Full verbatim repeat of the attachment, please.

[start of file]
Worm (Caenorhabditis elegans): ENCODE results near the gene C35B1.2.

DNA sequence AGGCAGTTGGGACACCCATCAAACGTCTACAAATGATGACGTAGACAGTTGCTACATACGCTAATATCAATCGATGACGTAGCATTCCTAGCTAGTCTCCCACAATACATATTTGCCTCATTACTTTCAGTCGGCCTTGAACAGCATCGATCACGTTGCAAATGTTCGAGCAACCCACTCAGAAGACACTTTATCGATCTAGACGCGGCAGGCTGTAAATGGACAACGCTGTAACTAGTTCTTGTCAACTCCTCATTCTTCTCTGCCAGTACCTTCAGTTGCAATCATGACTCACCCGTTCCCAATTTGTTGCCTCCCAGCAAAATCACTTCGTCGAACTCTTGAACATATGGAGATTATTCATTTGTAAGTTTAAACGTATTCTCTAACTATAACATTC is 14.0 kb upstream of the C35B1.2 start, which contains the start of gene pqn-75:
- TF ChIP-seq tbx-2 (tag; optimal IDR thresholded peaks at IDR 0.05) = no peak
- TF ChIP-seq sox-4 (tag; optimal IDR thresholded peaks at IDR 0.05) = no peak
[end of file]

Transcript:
Worm (Caenorhabditis elegans): ENCODE results near the gene C35B1.2.

DNA sequence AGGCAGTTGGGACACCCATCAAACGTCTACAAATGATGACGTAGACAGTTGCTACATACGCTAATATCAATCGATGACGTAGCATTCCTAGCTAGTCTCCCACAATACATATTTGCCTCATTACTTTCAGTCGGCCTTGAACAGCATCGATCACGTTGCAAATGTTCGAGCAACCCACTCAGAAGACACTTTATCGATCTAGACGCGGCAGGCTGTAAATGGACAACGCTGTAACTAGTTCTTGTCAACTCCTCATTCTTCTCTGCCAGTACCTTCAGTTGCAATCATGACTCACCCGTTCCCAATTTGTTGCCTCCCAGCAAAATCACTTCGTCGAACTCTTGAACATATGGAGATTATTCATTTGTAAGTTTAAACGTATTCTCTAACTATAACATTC is 14.0 kb upstream of the C35B1.2 start, which contains the start of gene pqn-75:
- TF ChIP-seq tbx-2 (tag; optimal IDR thresholded peaks at IDR 0.05) = no peak
- TF ChIP-seq sox-4 (tag; optimal IDR thresholded peaks at IDR 0.05) = no peak